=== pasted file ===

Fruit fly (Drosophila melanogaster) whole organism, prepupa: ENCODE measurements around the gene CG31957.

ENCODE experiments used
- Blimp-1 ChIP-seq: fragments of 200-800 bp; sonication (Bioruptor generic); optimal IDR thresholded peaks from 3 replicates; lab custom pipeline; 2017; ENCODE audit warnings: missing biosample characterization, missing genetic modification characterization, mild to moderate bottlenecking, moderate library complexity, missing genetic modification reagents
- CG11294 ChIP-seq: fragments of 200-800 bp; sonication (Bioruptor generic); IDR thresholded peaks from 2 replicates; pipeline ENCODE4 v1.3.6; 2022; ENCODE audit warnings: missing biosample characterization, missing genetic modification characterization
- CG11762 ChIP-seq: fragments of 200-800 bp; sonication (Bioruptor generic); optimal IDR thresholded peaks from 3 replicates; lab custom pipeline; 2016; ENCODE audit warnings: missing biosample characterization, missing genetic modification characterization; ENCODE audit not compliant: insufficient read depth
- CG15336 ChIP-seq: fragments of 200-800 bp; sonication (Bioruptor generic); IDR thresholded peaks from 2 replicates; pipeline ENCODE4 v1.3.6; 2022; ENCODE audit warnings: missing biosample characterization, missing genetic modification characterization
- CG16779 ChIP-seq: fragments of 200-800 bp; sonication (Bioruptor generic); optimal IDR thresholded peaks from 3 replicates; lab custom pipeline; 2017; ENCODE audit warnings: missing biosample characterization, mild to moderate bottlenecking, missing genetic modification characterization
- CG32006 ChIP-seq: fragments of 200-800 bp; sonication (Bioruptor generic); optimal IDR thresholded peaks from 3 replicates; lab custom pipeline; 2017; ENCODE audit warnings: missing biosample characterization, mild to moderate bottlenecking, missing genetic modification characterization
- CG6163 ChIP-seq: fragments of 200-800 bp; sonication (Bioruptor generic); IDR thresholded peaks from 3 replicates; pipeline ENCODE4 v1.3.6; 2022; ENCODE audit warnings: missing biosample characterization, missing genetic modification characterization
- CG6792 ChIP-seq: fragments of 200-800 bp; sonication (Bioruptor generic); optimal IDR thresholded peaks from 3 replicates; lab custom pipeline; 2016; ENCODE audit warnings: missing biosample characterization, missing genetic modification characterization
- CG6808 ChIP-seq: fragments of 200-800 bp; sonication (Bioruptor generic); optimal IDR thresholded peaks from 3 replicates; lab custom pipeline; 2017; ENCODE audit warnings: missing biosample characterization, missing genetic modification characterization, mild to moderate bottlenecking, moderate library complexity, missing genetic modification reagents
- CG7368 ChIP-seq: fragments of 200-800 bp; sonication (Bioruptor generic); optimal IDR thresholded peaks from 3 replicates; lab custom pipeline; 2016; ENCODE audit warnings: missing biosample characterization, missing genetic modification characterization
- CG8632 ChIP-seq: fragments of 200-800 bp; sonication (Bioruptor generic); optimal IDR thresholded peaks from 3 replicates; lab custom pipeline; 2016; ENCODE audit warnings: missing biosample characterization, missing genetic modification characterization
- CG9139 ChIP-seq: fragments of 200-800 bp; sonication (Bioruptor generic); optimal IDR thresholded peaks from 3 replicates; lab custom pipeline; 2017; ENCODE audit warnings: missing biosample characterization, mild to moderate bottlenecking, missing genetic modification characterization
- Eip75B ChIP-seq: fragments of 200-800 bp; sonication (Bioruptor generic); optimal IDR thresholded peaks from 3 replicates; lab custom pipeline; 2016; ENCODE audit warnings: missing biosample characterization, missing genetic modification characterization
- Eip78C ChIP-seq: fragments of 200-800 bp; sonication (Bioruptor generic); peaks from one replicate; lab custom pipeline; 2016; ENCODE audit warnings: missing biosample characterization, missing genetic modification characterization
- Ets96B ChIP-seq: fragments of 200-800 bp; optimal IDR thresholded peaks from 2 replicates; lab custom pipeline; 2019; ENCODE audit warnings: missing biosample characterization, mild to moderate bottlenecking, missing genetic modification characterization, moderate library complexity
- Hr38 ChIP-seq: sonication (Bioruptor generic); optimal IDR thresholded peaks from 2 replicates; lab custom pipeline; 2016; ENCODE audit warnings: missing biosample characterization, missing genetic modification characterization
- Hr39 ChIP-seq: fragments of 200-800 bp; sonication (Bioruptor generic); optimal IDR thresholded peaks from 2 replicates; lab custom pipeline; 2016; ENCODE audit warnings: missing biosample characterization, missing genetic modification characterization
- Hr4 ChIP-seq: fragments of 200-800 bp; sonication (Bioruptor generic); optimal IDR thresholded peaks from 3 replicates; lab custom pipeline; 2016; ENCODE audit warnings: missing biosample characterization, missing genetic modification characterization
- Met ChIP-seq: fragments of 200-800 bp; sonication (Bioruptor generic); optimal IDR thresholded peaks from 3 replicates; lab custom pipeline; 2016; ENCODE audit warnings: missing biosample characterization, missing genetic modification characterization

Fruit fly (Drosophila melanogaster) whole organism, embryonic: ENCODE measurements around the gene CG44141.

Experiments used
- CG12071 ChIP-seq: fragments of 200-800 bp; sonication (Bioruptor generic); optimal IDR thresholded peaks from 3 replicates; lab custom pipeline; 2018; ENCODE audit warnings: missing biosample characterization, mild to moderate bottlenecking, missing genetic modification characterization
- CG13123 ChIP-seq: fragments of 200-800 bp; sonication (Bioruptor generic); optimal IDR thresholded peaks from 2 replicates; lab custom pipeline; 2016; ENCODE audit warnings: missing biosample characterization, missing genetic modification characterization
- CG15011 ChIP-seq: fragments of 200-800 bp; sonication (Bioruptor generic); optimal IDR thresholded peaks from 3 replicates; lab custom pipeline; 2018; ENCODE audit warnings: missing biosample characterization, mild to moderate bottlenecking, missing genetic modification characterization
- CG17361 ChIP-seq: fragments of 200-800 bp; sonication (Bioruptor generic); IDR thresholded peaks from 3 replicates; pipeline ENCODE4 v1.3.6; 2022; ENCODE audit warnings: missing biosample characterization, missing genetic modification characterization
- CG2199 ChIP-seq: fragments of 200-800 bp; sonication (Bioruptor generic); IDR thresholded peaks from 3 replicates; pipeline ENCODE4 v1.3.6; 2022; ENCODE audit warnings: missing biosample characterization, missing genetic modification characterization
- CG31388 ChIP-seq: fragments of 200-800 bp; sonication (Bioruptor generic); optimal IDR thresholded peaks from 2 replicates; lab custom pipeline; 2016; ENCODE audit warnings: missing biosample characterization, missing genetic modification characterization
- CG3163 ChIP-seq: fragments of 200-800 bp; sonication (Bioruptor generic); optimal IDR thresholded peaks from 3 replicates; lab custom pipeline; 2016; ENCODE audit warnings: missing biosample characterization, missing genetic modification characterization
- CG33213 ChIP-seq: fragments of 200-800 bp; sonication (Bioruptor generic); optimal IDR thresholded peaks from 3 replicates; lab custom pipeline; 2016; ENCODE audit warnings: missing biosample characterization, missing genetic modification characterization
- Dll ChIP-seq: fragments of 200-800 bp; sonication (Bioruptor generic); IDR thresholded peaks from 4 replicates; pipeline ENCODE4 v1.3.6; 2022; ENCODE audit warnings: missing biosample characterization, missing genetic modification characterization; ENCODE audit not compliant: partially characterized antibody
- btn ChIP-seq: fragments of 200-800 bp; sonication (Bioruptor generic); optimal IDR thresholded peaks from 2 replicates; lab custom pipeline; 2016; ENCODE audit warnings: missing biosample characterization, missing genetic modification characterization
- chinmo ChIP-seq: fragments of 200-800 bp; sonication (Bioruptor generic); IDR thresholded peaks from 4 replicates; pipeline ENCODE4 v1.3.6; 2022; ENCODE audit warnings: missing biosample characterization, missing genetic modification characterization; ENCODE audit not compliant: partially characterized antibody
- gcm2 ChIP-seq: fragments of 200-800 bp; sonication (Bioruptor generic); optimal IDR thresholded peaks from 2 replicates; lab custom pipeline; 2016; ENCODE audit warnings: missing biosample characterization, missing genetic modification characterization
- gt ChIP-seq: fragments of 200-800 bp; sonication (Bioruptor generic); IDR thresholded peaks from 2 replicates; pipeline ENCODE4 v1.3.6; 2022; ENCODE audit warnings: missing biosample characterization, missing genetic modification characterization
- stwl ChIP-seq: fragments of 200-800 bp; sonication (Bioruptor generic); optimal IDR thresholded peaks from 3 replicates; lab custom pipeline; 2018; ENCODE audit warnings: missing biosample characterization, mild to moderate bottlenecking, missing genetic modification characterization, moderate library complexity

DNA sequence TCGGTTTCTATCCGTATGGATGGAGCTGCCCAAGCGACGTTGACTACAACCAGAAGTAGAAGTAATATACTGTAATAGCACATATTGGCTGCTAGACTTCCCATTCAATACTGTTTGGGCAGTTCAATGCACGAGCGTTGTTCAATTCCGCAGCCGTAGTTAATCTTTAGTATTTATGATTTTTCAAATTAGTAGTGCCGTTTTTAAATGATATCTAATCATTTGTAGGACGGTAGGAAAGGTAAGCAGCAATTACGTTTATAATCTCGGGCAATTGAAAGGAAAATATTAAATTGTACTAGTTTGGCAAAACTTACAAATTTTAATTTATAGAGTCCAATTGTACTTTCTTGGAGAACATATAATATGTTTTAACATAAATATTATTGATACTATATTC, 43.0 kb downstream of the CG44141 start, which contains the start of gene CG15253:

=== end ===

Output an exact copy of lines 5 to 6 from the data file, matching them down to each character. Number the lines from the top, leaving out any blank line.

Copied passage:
- CG11762 ChIP-seq: fragments of 200-800 bp; sonication (Bioruptor generic); optimal IDR thresholded peaks from 3 replicates; lab custom pipeline; 2016; ENCODE audit warnings: missing biosample characterization, missing genetic modification characterization; ENCODE audit not compliant: insufficient read depth
- CG15336 ChIP-seq: fragments of 200-800 bp; sonication (Bioruptor generic); IDR thresholded peaks from 2 replicates; pipeline ENCODE4 v1.3.6; 2022; ENCODE audit warnings: missing biosample characterization, missing genetic modification characterization